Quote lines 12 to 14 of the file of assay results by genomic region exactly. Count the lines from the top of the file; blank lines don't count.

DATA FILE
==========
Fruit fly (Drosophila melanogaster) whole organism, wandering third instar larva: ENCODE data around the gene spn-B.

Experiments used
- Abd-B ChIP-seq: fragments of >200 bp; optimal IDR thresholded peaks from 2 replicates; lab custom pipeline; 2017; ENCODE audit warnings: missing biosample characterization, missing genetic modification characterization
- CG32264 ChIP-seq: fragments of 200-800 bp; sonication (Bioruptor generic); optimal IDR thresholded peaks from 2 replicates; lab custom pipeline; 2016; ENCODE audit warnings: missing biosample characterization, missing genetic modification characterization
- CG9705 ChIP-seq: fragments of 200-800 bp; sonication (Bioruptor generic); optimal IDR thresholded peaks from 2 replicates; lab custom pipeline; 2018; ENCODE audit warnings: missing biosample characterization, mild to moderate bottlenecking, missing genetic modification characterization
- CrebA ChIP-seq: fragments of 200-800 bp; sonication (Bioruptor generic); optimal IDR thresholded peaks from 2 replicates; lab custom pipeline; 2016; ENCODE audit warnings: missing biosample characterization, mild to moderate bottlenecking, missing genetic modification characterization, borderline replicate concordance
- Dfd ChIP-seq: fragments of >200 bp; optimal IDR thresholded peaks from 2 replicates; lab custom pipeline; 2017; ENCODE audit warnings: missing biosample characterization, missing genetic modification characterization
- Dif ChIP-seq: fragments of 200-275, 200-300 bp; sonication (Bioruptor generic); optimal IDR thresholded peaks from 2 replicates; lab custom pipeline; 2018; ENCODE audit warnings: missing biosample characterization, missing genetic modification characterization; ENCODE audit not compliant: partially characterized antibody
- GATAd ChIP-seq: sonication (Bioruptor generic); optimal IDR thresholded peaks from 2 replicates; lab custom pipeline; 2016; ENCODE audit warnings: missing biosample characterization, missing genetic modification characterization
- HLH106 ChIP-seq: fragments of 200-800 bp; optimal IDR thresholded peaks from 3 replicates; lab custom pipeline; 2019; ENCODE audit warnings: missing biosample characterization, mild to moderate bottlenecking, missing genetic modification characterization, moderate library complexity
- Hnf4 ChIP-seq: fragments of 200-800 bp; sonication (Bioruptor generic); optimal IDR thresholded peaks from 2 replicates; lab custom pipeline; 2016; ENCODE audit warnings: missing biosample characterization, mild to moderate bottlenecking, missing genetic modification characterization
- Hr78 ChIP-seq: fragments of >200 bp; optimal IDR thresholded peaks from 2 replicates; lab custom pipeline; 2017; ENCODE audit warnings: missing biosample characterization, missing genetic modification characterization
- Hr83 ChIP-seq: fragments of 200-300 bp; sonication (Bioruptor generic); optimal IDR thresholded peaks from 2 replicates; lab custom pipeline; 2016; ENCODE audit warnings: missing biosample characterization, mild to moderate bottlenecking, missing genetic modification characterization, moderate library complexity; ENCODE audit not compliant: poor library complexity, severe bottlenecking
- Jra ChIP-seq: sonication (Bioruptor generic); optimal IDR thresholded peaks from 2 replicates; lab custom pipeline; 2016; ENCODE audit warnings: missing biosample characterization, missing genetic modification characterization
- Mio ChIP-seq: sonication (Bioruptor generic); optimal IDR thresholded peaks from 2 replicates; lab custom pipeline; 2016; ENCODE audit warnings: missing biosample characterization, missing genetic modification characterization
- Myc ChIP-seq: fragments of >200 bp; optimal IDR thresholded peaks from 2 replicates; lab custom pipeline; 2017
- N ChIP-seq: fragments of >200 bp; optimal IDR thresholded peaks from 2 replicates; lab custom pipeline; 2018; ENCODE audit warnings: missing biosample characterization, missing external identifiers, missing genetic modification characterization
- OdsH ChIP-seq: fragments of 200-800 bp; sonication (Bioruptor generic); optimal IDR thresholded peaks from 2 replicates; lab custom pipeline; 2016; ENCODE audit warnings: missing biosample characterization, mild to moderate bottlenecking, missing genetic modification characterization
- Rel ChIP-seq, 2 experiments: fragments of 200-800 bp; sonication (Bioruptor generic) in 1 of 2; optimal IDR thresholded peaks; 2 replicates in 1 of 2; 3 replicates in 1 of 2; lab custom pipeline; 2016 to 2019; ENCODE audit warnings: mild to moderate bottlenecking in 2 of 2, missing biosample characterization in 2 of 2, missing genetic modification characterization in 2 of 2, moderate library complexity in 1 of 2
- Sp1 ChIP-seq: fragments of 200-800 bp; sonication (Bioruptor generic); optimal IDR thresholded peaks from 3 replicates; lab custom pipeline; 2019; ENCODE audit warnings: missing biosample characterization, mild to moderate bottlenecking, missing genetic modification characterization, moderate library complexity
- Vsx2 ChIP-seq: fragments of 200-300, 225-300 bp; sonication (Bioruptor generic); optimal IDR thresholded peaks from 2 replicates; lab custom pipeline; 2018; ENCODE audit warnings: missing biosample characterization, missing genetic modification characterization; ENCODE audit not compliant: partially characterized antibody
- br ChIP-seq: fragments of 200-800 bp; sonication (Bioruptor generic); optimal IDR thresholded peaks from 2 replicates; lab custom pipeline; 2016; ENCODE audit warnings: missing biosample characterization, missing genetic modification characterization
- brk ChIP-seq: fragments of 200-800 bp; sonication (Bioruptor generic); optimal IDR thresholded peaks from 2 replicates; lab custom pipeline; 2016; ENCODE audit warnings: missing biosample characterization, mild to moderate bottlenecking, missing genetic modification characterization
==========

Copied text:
- Hr78 ChIP-seq: fragments of >200 bp; optimal IDR thresholded peaks from 2 replicates; lab custom pipeline; 2017; ENCODE audit warnings: missing biosample characterization, missing genetic modification characterization
- Hr83 ChIP-seq: fragments of 200-300 bp; sonication (Bioruptor generic); optimal IDR thresholded peaks from 2 replicates; lab custom pipeline; 2016; ENCODE audit warnings: missing biosample characterization, mild to moderate bottlenecking, missing genetic modification characterization, moderate library complexity; ENCODE audit not compliant: poor library complexity, severe bottlenecking
- Jra ChIP-seq: sonication (Bioruptor generic); optimal IDR thresholded peaks from 2 replicates; lab custom pipeline; 2016; ENCODE audit warnings: missing biosample characterization, missing genetic modification characterization